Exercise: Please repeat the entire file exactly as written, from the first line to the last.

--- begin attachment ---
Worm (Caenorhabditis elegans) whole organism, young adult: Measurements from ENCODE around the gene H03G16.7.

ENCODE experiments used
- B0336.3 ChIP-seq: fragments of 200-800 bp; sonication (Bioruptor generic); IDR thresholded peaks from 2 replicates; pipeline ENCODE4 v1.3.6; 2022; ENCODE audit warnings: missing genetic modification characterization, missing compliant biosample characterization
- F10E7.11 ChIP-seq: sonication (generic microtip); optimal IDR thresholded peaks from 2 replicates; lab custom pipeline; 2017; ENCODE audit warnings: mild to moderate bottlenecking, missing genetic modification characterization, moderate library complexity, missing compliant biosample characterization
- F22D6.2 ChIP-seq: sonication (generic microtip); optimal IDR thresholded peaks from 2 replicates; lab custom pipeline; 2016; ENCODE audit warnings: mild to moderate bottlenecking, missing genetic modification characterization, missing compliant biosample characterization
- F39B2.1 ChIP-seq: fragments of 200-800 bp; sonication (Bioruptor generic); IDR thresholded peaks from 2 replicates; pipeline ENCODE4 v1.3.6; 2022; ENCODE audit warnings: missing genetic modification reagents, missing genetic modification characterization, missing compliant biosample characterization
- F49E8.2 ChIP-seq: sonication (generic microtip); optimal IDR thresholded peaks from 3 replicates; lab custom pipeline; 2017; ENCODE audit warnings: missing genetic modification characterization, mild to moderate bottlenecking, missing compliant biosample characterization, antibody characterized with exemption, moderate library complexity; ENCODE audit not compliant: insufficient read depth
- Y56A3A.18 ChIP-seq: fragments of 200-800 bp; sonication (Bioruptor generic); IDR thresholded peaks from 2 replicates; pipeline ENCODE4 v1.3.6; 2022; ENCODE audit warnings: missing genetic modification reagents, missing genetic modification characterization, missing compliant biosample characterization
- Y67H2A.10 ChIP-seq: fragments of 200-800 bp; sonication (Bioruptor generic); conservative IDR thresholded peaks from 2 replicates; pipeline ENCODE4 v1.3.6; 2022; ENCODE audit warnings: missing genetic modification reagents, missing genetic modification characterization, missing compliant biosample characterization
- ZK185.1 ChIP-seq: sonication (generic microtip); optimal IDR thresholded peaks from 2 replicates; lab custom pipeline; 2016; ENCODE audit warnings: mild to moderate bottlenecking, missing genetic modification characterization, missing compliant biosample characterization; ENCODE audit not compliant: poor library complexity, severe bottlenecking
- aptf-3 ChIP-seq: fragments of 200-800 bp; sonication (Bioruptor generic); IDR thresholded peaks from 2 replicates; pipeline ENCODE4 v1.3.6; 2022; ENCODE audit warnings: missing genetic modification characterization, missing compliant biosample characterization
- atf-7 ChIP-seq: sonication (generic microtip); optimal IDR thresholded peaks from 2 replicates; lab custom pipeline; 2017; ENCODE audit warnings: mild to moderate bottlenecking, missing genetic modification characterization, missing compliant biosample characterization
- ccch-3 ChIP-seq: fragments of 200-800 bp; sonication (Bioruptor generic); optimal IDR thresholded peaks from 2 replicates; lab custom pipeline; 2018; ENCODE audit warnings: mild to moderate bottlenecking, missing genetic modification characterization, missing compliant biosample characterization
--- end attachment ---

Worm (Caenorhabditis elegans) whole organism, young adult: Measurements from ENCODE around the gene H03G16.7.

ENCODE experiments used
- B0336.3 ChIP-seq: fragments of 200-800 bp; sonication (Bioruptor generic); IDR thresholded peaks from 2 replicates; pipeline ENCODE4 v1.3.6; 2022; ENCODE audit warnings: missing genetic modification characterization, missing compliant biosample characterization
- F10E7.11 ChIP-seq: sonication (generic microtip); optimal IDR thresholded peaks from 2 replicates; lab custom pipeline; 2017; ENCODE audit warnings: mild to moderate bottlenecking, missing genetic modification characterization, moderate library complexity, missing compliant biosample characterization
- F22D6.2 ChIP-seq: sonication (generic microtip); optimal IDR thresholded peaks from 2 replicates; lab custom pipeline; 2016; ENCODE audit warnings: mild to moderate bottlenecking, missing genetic modification characterization, missing compliant biosample characterization
- F39B2.1 ChIP-seq: fragments of 200-800 bp; sonication (Bioruptor generic); IDR thresholded peaks from 2 replicates; pipeline ENCODE4 v1.3.6; 2022; ENCODE audit warnings: missing genetic modification reagents, missing genetic modification characterization, missing compliant biosample characterization
- F49E8.2 ChIP-seq: sonication (generic microtip); optimal IDR thresholded peaks from 3 replicates; lab custom pipeline; 2017; ENCODE audit warnings: missing genetic modification characterization, mild to moderate bottlenecking, missing compliant biosample characterization, antibody characterized with exemption, moderate library complexity; ENCODE audit not compliant: insufficient read depth
- Y56A3A.18 ChIP-seq: fragments of 200-800 bp; sonication (Bioruptor generic); IDR thresholded peaks from 2 replicates; pipeline ENCODE4 v1.3.6; 2022; ENCODE audit warnings: missing genetic modification reagents, missing genetic modification characterization, missing compliant biosample characterization
- Y67H2A.10 ChIP-seq: fragments of 200-800 bp; sonication (Bioruptor generic); conservative IDR thresholded peaks from 2 replicates; pipeline ENCODE4 v1.3.6; 2022; ENCODE audit warnings: missing genetic modification reagents, missing genetic modification characterization, missing compliant biosample characterization
- ZK185.1 ChIP-seq: sonication (generic microtip); optimal IDR thresholded peaks from 2 replicates; lab custom pipeline; 2016; ENCODE audit warnings: mild to moderate bottlenecking, missing genetic modification characterization, missing compliant biosample characterization; ENCODE audit not compliant: poor library complexity, severe bottlenecking
- aptf-3 ChIP-seq: fragments of 200-800 bp; sonication (Bioruptor generic); IDR thresholded peaks from 2 replicates; pipeline ENCODE4 v1.3.6; 2022; ENCODE audit warnings: missing genetic modification characterization, missing compliant biosample characterization
- atf-7 ChIP-seq: sonication (generic microtip); optimal IDR thresholded peaks from 2 replicates; lab custom pipeline; 2017; ENCODE audit warnings: mild to moderate bottlenecking, missing genetic modification characterization, missing compliant biosample characterization
- ccch-3 ChIP-seq: fragments of 200-800 bp; sonication (Bioruptor generic); optimal IDR thresholded peaks from 2 replicates; lab custom pipeline; 2018; ENCODE audit warnings: mild to moderate bottlenecking, missing genetic modification characterization, missing compliant biosample characterization